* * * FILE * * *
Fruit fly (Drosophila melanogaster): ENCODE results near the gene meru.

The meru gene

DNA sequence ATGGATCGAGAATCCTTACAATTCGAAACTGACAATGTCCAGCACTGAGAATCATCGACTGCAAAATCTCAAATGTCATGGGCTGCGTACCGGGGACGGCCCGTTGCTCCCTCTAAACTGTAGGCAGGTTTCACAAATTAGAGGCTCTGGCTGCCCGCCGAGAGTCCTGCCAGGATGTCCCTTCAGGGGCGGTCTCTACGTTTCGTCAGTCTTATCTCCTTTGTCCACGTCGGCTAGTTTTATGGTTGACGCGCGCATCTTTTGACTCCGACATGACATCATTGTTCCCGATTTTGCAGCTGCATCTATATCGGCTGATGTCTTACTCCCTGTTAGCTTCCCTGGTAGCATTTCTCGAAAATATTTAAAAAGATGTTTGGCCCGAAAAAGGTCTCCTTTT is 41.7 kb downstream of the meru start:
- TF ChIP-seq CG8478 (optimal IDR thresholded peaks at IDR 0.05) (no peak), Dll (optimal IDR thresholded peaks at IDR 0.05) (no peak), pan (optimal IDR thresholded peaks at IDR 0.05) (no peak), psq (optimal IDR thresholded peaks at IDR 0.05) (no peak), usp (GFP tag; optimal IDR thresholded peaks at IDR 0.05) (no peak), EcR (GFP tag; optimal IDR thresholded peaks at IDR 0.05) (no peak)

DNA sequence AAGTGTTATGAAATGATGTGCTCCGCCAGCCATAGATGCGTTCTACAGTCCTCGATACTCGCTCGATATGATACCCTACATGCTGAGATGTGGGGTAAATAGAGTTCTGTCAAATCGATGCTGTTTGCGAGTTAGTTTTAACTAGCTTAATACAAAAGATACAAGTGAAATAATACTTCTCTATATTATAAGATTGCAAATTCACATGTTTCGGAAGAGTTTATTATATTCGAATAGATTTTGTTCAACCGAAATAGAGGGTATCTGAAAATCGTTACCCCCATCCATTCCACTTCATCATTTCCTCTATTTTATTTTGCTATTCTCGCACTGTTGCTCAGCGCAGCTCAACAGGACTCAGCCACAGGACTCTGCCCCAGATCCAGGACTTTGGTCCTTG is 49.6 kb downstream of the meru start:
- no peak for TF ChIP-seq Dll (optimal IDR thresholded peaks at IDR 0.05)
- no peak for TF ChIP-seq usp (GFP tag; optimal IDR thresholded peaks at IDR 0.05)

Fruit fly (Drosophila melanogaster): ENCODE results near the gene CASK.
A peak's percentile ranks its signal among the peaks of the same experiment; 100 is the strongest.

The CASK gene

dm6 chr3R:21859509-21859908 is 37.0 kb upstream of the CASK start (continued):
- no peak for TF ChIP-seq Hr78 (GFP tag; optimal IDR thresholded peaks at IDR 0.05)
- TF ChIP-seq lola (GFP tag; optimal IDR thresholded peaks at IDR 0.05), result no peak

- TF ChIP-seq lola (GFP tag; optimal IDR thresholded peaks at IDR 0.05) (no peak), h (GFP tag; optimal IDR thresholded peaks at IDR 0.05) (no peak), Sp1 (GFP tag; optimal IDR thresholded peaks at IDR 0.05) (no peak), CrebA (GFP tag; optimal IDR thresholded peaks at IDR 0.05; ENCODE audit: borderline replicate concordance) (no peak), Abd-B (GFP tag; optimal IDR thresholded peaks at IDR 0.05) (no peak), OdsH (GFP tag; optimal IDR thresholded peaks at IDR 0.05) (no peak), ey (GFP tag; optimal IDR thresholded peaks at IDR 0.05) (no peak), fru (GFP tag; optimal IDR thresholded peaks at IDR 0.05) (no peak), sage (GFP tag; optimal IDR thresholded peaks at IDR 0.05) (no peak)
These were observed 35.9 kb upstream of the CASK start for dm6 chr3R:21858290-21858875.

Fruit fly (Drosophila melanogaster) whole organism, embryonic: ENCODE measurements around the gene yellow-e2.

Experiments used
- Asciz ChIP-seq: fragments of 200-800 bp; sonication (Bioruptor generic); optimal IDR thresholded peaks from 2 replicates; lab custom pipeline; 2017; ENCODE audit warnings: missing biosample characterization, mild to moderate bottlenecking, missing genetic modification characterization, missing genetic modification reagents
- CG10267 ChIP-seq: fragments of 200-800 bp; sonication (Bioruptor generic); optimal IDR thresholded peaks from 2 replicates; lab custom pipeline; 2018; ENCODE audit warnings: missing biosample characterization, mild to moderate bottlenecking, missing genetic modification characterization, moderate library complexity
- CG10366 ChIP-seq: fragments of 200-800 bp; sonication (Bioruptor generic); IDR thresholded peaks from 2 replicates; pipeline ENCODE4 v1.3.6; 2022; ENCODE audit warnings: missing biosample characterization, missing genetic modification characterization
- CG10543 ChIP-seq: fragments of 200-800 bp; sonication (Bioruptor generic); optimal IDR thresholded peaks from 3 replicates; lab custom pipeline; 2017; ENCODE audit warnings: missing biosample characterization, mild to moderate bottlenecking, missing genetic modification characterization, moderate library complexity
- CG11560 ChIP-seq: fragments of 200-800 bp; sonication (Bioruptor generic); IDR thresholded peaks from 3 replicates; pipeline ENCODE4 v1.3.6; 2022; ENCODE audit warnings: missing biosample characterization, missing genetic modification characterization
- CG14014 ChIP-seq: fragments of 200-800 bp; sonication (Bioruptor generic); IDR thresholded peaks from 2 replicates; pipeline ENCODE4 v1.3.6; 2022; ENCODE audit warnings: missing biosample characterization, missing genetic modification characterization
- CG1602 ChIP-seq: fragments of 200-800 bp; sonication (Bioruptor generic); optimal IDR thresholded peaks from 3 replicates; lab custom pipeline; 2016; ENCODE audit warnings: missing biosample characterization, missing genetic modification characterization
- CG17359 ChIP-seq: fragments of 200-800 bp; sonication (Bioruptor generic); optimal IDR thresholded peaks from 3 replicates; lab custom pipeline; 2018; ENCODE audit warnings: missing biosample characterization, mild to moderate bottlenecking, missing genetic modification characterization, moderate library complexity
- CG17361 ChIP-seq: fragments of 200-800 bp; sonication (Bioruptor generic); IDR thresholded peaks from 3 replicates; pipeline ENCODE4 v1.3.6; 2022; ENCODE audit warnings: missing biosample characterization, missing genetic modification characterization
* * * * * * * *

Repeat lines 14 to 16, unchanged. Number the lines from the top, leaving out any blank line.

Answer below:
- TF ChIP-seq lola (GFP tag; optimal IDR thresholded peaks at IDR 0.05) (no peak), h (GFP tag; optimal IDR thresholded peaks at IDR 0.05) (no peak), Sp1 (GFP tag; optimal IDR thresholded peaks at IDR 0.05) (no peak), CrebA (GFP tag; optimal IDR thresholded peaks at IDR 0.05; ENCODE audit: borderline replicate concordance) (no peak), Abd-B (GFP tag; optimal IDR thresholded peaks at IDR 0.05) (no peak), OdsH (GFP tag; optimal IDR thresholded peaks at IDR 0.05) (no peak), ey (GFP tag; optimal IDR thresholded peaks at IDR 0.05) (no peak), fru (GFP tag; optimal IDR thresholded peaks at IDR 0.05) (no peak), sage (GFP tag; optimal IDR thresholded peaks at IDR 0.05) (no peak)
These were observed 35.9 kb upstream of the CASK start for dm6 chr3R:21858290-21858875.

Fruit fly (Drosophila melanogaster) whole organism, embryonic: ENCODE measurements around the gene yellow-e2.